Multiple instances of each of the object classes in FIG. 11 can be created and executed. For instance, each client machine can have its own DSUser object running, and multiple DSUser skeleton objects run on the server to communicate with the client DSUser objects.
Each of the object classes in FIG. 11 has its class definition stored in the meta server's database. Updating of the defect tracking application can be performed by the run-time updating tool, which tells the meta server what changes to make, such as later adding fields for the severity of each bug. The class definitions stored in the meta server's database are modified, and new class definitions and object instances are compiled and linked. The object adaptor then notifies the caches to invalidate the updated running objects. These objects are deleted when their reference counts reach zero.
The entire defect-tracking application can be written using the meta server's API used by the run-time update tool. A code generator is used to convert the API commands to class definitions and routine code.
ADVANTAGES OF THE INVENTON
The invention allows an application to be updated without stopping the running application. Client and server machines do not have to be scheduled for down-time to update the distributed application. Administration is simplified. Extensive testing is not needed as the meta server generates the code. Robust objects are used that follow procedures to check for object invalidation during an update.
Mission-critical databases that must remain up and running as much as possible can benefit from being cataloged by the meta server. Redundant hardware and software in not needed, reducing needed resources. Changes to a distributed-object database application are made without shutting the application down. Objects are automatically re-compiled and re-loaded without completely shutting down the application.
The invention is especially useful when only a small part of the application is changed, such as the example of adding the cell-phone field to the employee database. Other parts of the application continue to operate as one part is updated.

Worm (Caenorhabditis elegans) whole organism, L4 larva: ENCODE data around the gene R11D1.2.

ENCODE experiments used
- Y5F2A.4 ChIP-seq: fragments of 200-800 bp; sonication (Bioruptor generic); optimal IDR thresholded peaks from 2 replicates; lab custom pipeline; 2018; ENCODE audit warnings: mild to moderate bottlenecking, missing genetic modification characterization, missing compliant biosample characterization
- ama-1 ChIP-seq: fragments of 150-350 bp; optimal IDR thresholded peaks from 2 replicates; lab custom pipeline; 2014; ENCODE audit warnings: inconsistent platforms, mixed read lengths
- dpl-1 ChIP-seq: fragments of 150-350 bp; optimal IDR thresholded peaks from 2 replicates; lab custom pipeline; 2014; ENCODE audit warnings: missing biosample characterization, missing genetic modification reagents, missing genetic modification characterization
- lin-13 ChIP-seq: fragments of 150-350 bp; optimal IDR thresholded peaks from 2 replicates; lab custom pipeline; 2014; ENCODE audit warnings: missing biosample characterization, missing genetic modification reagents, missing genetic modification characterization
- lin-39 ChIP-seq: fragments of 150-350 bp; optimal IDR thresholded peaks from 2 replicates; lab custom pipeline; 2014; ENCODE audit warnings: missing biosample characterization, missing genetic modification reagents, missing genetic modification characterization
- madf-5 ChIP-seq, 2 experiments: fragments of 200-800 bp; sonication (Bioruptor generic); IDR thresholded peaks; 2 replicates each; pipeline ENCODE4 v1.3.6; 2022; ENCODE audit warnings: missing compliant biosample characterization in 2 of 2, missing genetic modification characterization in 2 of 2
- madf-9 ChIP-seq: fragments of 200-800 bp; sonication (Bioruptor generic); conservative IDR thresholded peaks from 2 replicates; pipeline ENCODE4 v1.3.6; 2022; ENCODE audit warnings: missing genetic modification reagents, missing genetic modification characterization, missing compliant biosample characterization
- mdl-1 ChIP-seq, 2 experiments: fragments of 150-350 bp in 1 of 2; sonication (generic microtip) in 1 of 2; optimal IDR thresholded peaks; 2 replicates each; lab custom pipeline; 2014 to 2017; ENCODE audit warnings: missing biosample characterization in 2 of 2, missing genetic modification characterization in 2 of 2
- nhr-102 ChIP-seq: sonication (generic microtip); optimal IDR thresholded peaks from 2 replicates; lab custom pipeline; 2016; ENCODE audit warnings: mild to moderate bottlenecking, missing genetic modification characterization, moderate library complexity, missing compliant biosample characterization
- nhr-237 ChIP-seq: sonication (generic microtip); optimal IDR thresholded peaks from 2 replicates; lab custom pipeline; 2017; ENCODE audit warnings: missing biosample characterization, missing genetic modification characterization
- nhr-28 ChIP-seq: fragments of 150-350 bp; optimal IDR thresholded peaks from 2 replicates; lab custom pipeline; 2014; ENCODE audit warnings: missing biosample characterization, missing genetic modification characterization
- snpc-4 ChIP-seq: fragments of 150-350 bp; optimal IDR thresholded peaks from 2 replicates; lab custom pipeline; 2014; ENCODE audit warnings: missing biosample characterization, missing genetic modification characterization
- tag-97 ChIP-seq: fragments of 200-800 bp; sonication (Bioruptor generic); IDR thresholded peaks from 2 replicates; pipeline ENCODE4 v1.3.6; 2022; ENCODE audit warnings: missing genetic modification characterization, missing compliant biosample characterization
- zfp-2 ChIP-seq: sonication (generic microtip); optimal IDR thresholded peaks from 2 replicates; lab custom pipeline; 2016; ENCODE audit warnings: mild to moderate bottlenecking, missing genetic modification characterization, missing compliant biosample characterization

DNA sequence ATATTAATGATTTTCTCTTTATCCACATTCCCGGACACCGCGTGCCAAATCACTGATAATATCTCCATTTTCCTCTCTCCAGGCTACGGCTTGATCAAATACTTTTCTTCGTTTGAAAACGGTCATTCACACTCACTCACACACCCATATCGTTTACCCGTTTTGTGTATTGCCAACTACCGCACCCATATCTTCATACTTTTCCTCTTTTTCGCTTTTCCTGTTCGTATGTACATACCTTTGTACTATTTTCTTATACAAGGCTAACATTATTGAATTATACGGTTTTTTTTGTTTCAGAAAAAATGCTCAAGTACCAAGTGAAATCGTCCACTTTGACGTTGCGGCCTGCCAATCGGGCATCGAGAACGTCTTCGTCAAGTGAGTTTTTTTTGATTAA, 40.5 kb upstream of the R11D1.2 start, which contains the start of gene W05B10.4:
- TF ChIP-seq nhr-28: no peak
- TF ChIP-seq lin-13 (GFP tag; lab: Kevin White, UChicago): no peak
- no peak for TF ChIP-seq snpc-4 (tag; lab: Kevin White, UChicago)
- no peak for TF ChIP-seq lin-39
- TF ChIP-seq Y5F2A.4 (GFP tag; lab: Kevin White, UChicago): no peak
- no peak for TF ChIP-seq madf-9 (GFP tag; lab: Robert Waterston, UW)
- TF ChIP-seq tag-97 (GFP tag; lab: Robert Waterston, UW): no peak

An easy-to-use interface is used to change the programming object and its associated non-volatile storage schema, such as a table in the database. Fields in the non-volatile storage (e.g. database) are added or modified on a distributed application without writing program code or running compilers and linkers. Rigorous testing can be avoided when simple code updates are automatically generated rather than written by hand. Modified program objects are automatically distributed and loaded without direct file moves by a system administrator.
The invention provides a programming and administering environment for distributed-object client-server applications. The run-time update tool and the meta server perform real-time modifications to a distributed-object database application. Run-time object modification and generation is the result.
Several other embodiments are contemplated by the inventors. Rather than strictly for database applications, the invention can be applied to file systems and directories. Object databases as well as relational or flat database can be used. While one server and multiple clients have been described, the server may itself span multiple machines. One server machine may serve the application component to the primary server, while another server access the meta server for the primary server. Redundant or geographically remote servers can also be employed. Separate caches for object instances and for object class definitions can be used to optimize cache performance and size. Personal computers, network computers (NC's), and other platforms may be used. The invention can be applied to multi-tiered applications rather than just two-tiered client-server applications.
Different protocols compliant with DCOM or CORBA can be used, and different network middle-ware such as DCOM or CORBA can be used by the meta server.
The foregoing description of the embodiments of the invention has been presented for the purposes of illustration and description. It is not intended to be exhaustive or to limit the invention to the precise form disclosed. Many modifications and variations are possible in light of the above teaching. It is intended that the scope of the invention be limited not by this detailed description, but rather by the claims appended hereto.